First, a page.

Caithness and in Orkney (which are in the Highland region). The surname Budges is also derived from the Old French word bouche, which means "mouth". In English, this French word became bouge and later "Budge". Thus, the original bearer of this name may have been noted for the size or shape of his mouth, or even the amount of food which he ate.
Early Origins of the Budges family
Caithness (Gaelic: Gallaibh), the northern tip of Scotland, a Norse/Viking controlled region from the 9th century, which became the Earldom of Caithness, where they were very anciently seated. Traditionally, the family is descended from a small sept of McDonalds who removed to the north to escape some alleged crimes. They became the Lairds of Tofftingale and their history in the north of Scotland starts about the late 14th century. They were granted their lands by Henry St.Clair, the first Earl of Orkney.
Early History of the Budges family
Another 233 words (17 lines of text) covering the years 1444 and 1662 are included under the topic Early Budges History in all our PDF Extended History products and printed products wherever possible.
Budges Spelling Variations
spelling variations appear in records of early Scottish names. Budges has appeared as Budge, Budges, Buge, Buges and others.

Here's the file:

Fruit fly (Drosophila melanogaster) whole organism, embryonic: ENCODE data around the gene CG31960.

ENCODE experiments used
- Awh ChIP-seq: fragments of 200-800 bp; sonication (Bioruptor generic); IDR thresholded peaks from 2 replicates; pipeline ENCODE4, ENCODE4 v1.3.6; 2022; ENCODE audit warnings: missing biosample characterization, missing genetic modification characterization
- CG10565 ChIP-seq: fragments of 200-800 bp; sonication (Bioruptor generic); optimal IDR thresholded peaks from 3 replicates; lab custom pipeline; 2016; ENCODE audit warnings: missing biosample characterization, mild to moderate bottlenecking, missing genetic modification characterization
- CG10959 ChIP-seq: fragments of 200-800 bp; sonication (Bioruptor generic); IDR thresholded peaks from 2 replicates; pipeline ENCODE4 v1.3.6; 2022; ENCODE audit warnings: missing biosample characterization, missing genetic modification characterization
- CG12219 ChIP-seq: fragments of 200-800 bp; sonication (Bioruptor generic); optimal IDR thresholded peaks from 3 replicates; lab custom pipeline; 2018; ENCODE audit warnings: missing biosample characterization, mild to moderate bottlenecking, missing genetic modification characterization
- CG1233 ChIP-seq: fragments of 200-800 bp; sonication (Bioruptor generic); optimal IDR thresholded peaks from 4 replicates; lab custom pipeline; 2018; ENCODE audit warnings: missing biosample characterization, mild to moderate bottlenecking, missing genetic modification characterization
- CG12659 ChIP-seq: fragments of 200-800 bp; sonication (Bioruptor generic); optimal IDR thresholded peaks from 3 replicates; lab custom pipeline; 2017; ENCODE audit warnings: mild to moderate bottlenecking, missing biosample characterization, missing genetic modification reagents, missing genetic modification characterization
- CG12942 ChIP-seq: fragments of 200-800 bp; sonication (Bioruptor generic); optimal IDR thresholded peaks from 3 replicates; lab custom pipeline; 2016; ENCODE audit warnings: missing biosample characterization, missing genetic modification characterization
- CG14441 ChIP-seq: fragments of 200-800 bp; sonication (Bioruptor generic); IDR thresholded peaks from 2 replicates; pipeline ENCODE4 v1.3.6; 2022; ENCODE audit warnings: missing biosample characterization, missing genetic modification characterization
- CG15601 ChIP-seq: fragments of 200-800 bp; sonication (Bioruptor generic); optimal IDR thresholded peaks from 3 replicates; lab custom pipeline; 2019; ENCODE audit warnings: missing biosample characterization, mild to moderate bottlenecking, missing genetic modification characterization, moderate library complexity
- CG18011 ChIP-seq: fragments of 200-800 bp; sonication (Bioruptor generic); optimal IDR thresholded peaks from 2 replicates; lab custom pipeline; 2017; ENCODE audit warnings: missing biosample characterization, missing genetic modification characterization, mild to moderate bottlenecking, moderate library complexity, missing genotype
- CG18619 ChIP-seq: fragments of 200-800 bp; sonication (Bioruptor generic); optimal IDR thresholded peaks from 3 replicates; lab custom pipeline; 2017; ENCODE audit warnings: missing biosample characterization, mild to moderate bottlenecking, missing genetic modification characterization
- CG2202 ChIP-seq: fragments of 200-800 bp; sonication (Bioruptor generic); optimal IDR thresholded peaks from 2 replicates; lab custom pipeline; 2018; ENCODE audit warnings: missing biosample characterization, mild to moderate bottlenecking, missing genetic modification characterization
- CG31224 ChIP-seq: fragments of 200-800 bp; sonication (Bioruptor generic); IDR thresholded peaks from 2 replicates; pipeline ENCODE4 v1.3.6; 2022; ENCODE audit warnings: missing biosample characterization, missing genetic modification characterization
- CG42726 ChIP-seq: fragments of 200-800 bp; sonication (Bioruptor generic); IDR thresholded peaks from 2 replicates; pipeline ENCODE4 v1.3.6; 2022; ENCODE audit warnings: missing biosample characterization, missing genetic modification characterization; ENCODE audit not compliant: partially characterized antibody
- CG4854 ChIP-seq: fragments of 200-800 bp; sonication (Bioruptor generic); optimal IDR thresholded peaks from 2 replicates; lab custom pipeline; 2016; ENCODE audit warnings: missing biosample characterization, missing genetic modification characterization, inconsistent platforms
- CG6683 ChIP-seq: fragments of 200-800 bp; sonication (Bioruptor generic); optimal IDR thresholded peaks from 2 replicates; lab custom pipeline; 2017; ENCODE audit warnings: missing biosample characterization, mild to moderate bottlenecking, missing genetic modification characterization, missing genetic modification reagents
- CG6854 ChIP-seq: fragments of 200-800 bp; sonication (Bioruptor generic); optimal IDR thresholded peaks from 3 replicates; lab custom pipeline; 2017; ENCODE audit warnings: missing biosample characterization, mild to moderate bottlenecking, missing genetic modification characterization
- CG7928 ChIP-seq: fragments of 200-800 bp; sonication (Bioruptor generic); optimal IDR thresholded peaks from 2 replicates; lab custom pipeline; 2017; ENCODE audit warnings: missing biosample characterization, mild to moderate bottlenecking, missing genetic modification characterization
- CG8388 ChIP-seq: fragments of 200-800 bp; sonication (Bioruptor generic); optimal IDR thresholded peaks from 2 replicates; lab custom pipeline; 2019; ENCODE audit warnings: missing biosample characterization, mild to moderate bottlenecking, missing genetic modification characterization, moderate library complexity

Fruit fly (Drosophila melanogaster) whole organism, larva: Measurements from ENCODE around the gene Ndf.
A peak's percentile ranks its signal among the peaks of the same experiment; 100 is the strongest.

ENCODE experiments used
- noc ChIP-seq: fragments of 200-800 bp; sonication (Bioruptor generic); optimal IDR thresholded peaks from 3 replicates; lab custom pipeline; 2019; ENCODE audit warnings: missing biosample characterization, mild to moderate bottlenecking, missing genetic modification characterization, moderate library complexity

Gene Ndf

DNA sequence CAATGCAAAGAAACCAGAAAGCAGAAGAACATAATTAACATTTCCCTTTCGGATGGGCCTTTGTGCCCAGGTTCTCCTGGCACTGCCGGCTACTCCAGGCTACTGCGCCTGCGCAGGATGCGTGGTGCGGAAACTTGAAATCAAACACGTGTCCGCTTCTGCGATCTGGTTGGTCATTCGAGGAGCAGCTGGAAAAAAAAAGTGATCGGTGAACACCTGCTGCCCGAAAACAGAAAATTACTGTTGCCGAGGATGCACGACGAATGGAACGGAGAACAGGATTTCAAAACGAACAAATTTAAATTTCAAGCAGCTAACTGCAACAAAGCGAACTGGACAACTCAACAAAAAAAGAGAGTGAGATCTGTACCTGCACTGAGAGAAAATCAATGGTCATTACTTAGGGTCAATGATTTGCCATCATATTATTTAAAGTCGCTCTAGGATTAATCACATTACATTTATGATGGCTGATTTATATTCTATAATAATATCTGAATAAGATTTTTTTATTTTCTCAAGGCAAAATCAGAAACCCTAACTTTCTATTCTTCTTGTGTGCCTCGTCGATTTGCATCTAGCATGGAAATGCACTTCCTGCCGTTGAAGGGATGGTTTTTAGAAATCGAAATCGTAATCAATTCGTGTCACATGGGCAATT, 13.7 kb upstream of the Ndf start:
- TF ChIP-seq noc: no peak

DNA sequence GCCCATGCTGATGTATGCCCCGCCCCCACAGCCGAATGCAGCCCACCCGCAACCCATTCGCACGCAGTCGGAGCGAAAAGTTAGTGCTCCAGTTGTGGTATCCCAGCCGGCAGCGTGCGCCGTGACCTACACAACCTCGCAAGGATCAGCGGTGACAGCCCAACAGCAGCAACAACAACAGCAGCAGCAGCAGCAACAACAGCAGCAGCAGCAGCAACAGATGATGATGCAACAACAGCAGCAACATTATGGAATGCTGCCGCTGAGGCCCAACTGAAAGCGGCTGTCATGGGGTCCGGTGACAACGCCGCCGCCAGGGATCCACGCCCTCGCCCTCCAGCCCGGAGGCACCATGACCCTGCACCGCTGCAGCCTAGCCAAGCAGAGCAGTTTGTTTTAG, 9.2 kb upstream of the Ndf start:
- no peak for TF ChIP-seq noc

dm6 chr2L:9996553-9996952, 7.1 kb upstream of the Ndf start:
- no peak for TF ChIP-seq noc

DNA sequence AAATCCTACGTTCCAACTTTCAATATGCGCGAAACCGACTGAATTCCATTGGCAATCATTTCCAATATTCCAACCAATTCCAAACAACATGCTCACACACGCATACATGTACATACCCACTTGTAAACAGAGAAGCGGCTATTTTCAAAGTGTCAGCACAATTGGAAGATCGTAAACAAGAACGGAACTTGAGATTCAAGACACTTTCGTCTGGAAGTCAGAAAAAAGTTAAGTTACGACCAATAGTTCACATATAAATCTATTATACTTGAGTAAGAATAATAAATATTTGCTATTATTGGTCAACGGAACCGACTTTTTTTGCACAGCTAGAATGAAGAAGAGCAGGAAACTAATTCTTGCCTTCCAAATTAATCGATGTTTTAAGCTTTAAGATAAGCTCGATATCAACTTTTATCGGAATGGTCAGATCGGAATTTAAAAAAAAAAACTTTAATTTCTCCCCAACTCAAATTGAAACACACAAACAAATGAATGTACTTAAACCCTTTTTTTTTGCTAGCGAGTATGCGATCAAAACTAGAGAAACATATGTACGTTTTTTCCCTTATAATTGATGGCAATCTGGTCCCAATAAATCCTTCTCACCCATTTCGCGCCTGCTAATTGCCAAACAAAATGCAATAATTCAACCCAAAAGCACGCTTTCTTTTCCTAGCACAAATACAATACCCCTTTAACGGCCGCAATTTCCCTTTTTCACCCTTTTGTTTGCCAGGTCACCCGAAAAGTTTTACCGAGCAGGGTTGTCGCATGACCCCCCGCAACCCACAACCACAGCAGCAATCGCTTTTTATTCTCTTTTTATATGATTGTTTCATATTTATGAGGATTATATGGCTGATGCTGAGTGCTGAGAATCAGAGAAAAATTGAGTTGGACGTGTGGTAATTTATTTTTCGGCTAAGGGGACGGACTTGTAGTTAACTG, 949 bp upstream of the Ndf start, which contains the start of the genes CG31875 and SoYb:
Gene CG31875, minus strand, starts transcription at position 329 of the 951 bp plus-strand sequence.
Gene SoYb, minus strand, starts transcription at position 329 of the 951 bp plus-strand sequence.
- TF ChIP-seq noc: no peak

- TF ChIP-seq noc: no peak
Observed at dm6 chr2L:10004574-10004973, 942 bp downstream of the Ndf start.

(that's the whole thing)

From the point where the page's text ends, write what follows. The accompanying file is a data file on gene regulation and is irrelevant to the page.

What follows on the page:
Early Notables of the Budges family (pre 1700)
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Migration of the Budges family to the New World and Oceana
Dalriadan families proliferated in North America. Their descendants still populate many communities in the eastern parts of both the United States and Canada. Some settled in Canada as United Empire Loyalists, in the wake of the American War of Independence. Families on both sides of the border have recovered much of their heritage in the 20th century through Clan societies and highland games. Analysis of immigration records indicates that some of the first North American immigrants bore the name Budges or a variant listed above: John Budge who settled in Barbados in 1685; another John Budge settled in Virginia in 1643; followed by Josias Budge in Virginia in 1670; William Budge settled in Georgia in 1775.
The Budges Motto
The motto was originally a war cry or slogan. Mottoes first began to be shown with arms in the 14th and 15th centuries, but were not in general use until the 17th century. Thus the oldest coats of arms generally do not include a motto. Mottoes seldom form part of the grant of arms: Under most heraldic authorities, a motto is an optional component of the coat of arms, and can be added to or changed at will; many families have chosen not to display a motto.
Motto: Stricta parata neci
Motto Translation: I am prepared to destroy evil
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